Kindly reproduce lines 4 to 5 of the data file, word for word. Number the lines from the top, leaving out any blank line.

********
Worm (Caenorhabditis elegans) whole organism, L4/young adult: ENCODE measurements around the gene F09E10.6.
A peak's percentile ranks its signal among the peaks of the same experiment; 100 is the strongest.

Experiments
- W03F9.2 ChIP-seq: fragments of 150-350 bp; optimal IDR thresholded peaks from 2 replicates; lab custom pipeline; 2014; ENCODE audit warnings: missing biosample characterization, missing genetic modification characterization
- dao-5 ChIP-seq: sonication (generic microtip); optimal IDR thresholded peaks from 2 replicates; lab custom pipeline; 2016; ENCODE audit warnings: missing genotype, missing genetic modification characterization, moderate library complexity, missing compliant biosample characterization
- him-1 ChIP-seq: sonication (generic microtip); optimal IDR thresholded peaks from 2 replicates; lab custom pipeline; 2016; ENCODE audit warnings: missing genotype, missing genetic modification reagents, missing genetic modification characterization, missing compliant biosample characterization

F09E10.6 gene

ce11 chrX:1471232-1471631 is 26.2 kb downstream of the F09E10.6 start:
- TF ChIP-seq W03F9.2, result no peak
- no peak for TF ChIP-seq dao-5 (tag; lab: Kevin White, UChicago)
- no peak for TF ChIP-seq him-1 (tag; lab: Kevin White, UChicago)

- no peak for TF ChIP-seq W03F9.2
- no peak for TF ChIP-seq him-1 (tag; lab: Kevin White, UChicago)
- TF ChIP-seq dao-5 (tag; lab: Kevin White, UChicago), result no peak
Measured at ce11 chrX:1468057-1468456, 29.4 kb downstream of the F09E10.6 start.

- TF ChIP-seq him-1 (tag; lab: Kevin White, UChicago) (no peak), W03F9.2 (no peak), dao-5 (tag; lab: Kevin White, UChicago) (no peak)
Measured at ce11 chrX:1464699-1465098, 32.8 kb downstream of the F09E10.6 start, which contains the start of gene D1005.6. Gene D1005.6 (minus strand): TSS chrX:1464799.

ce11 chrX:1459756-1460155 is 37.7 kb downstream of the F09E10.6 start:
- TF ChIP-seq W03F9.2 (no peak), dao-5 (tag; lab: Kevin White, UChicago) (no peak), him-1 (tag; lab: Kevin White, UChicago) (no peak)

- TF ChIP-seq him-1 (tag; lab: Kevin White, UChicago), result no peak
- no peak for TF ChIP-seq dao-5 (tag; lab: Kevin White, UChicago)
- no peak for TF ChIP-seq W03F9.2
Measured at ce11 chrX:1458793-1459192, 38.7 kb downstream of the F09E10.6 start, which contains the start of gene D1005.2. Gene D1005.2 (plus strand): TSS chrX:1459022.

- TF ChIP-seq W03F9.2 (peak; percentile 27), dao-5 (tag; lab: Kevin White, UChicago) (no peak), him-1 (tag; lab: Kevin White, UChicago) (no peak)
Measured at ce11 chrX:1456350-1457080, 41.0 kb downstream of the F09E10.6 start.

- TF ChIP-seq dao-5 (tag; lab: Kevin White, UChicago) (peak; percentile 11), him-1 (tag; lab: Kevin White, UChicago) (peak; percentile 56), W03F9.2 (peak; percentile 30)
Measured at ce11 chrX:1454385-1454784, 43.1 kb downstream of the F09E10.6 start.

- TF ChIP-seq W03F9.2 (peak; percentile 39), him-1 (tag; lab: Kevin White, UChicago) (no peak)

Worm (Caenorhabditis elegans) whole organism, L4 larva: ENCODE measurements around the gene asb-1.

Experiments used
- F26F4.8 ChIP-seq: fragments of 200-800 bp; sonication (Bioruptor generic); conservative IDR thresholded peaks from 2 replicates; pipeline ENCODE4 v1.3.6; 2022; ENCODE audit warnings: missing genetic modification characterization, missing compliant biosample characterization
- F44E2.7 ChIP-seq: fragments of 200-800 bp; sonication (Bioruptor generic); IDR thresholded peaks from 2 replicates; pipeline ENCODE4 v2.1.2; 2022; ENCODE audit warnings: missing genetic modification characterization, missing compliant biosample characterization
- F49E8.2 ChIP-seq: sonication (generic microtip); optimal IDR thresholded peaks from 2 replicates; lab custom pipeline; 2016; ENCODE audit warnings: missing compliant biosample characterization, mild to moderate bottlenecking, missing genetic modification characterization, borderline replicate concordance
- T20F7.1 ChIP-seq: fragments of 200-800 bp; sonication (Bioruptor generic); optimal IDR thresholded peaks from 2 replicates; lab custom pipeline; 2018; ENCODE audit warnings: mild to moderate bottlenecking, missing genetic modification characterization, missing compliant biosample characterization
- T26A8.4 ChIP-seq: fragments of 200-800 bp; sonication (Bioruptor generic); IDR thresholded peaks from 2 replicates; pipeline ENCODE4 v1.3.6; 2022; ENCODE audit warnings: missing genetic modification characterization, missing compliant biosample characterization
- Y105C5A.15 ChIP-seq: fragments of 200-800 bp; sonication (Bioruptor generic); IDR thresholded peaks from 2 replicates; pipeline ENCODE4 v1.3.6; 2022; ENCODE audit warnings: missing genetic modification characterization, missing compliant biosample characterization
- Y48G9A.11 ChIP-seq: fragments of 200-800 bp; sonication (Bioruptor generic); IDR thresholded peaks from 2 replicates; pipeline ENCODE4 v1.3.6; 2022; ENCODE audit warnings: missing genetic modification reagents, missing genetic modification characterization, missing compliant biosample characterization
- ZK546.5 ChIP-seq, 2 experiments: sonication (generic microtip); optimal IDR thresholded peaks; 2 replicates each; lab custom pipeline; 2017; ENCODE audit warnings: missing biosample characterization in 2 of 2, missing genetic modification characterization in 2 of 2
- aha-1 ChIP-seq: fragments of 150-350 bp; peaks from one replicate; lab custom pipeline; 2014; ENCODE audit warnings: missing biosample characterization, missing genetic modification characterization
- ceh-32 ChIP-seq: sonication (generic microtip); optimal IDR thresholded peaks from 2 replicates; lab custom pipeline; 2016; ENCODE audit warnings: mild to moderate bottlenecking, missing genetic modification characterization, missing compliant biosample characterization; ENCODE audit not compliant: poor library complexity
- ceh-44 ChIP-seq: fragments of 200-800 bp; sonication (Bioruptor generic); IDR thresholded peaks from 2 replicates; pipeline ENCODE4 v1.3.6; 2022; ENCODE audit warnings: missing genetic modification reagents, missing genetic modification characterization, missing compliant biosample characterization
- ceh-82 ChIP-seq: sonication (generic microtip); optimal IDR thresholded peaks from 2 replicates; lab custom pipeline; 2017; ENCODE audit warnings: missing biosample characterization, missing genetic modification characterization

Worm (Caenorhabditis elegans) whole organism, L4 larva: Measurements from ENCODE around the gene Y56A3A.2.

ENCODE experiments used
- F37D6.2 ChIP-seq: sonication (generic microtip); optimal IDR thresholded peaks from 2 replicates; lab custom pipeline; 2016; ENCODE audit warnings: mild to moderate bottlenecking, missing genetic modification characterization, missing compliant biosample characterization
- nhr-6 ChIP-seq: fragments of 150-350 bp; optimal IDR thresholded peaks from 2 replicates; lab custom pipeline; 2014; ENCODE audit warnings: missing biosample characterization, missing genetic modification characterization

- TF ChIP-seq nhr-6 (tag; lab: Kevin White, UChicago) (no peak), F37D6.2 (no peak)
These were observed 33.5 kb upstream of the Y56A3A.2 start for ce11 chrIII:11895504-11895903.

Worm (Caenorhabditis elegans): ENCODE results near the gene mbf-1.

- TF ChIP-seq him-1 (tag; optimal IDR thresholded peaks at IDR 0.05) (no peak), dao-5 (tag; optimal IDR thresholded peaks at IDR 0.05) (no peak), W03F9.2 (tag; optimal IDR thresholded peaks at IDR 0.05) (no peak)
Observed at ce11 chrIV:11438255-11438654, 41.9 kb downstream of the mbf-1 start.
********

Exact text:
- W03F9.2 ChIP-seq: fragments of 150-350 bp; optimal IDR thresholded peaks from 2 replicates; lab custom pipeline; 2014; ENCODE audit warnings: missing biosample characterization, missing genetic modification characterization
- dao-5 ChIP-seq: sonication (generic microtip); optimal IDR thresholded peaks from 2 replicates; lab custom pipeline; 2016; ENCODE audit warnings: missing genotype, missing genetic modification characterization, moderate library complexity, missing compliant biosample characterization